But there's a fundamental question on the meaning of "fairness." Does fairness mean everybody makes the same amount of money? Or does fairness mean everybody gets the opportunity to make the same amount of money?This is a common thing among right-wingers, talking about how the left wants equality of outcome, but the right wants equality of opportunity. But it's not true.
I don't think anyone is especially interested in achieving either of those things (though democrat positions are a little closer to it). If you were really interested in having equality of opportunity, you know what one of the first things you should do is?
Ban private schools. Or at least make it so everyone can get in regardless of how much money their parents have, which would effectively just make them public schools. A better education means more and better opportunities. That's hardly equal, and it's not like it's poor kids' fault that they have poor parents.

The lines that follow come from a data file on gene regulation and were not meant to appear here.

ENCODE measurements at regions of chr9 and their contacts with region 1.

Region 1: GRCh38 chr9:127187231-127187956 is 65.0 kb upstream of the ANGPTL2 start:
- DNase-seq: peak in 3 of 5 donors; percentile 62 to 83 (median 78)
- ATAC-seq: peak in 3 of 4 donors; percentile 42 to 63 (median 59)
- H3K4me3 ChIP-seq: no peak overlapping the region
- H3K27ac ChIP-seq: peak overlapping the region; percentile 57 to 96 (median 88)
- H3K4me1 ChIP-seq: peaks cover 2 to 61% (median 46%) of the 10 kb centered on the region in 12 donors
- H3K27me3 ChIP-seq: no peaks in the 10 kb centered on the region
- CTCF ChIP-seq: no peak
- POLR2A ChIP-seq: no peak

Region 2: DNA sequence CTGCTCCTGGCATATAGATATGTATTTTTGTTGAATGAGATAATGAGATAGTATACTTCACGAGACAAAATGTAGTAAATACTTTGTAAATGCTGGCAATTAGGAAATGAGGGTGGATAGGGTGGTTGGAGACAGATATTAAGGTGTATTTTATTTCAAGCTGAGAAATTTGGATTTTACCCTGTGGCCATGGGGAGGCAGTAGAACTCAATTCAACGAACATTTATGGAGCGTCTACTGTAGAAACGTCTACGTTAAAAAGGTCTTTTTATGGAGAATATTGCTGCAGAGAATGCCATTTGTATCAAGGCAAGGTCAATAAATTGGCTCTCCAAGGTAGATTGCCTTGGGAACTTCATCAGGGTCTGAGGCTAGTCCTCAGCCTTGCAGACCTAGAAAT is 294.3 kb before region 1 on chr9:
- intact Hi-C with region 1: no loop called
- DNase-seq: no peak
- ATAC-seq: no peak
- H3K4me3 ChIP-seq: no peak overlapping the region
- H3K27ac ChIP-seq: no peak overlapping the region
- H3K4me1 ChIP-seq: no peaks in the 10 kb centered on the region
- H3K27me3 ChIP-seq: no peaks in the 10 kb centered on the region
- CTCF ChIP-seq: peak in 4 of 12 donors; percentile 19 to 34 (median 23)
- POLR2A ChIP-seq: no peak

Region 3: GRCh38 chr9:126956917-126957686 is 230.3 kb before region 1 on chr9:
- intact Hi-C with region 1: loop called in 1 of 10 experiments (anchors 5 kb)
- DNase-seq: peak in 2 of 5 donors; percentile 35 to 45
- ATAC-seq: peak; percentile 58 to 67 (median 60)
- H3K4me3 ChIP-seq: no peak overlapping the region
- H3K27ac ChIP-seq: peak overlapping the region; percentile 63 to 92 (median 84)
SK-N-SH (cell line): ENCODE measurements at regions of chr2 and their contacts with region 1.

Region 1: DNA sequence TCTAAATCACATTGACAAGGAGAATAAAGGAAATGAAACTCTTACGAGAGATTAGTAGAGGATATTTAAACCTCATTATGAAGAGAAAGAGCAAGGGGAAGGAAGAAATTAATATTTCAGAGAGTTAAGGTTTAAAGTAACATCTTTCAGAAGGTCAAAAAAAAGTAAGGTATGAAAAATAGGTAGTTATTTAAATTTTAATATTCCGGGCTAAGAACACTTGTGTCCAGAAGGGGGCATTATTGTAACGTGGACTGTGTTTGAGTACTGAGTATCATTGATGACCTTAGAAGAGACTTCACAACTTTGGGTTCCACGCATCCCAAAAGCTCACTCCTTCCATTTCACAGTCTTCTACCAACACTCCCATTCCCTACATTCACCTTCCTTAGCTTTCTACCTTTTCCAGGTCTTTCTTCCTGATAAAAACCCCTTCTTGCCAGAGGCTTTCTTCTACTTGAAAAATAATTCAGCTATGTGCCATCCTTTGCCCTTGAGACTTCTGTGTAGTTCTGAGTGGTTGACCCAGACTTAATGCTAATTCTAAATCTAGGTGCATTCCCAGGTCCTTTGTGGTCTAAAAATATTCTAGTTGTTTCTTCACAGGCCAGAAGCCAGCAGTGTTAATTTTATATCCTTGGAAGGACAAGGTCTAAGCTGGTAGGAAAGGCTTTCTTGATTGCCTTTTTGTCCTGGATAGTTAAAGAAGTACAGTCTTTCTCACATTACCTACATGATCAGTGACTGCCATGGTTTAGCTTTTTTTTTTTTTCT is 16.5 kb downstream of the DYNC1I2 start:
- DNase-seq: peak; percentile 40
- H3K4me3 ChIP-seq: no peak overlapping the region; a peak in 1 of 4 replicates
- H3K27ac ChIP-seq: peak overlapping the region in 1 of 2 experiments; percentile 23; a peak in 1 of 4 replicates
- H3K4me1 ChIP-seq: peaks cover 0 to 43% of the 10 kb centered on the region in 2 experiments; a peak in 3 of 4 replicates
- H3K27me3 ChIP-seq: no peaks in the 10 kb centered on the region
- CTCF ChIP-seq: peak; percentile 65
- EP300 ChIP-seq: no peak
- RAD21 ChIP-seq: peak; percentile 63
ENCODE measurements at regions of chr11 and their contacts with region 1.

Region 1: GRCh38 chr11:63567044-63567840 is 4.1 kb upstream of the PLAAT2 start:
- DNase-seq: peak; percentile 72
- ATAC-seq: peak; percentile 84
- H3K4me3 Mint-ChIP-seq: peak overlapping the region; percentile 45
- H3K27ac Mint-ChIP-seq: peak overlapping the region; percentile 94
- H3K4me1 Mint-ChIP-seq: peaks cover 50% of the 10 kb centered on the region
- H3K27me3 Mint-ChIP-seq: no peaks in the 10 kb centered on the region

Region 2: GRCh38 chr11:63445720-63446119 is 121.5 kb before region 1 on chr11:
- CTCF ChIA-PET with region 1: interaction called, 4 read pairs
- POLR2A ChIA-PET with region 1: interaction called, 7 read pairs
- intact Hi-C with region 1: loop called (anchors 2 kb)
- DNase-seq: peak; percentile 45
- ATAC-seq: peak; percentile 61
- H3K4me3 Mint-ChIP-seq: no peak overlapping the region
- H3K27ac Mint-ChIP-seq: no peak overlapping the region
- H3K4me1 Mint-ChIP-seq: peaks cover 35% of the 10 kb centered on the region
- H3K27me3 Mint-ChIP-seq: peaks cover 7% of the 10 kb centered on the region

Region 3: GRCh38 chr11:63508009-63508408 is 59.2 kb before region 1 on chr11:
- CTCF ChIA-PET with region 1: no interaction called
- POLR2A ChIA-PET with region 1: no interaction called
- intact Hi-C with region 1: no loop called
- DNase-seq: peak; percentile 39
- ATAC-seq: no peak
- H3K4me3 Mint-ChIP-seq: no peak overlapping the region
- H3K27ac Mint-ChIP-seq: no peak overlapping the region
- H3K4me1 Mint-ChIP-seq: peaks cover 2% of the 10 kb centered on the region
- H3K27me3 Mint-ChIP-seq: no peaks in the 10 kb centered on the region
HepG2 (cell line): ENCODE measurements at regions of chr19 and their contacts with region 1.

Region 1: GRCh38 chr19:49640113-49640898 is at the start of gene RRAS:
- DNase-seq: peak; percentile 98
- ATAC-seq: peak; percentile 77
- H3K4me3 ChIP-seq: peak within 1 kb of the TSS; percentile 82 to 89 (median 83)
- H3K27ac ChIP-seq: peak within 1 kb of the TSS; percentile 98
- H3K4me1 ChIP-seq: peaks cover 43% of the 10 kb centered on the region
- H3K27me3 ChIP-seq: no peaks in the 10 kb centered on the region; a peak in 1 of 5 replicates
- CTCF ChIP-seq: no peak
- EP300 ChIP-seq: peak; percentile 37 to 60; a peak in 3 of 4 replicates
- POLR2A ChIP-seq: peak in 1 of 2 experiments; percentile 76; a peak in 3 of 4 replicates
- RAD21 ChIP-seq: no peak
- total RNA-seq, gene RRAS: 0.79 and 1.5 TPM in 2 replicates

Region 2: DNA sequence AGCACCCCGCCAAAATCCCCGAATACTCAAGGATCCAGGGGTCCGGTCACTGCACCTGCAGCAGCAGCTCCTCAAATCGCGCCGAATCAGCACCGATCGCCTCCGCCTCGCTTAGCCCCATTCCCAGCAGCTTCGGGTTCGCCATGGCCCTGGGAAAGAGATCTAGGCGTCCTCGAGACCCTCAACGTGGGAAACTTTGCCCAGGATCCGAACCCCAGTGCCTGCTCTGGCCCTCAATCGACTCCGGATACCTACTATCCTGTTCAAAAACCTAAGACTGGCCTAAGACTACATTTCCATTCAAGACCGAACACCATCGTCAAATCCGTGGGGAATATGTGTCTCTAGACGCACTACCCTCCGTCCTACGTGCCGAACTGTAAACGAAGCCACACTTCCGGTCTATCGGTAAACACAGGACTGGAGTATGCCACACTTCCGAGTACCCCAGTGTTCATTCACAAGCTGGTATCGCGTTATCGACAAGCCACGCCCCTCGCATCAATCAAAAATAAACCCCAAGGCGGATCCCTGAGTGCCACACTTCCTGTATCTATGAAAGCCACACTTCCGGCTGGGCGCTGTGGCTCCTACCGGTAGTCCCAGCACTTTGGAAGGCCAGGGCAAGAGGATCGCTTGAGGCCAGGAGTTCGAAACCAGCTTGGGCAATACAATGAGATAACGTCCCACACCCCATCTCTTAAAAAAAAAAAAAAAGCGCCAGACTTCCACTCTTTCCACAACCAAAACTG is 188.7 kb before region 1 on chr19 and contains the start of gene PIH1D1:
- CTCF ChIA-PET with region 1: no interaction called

But no one wants something like that. And I can't blame them. It's a bit too Harrison Bergeron, making things worse to make them more equal. Nonetheless, allows private schools allows inequality of opportunity.
Beyond that, "It takes money to make money". By accepting inequality of outcomes, you're accepting inequality of opportunity. A person who has spare money lying around can invest it, and make more with it. A person living paycheck to paycheck doesn't have that opportunity.
And that's only a couple of examples of how our system supports inequality of opportunity. There are lots more if you look, and those ones don't help the poor much either.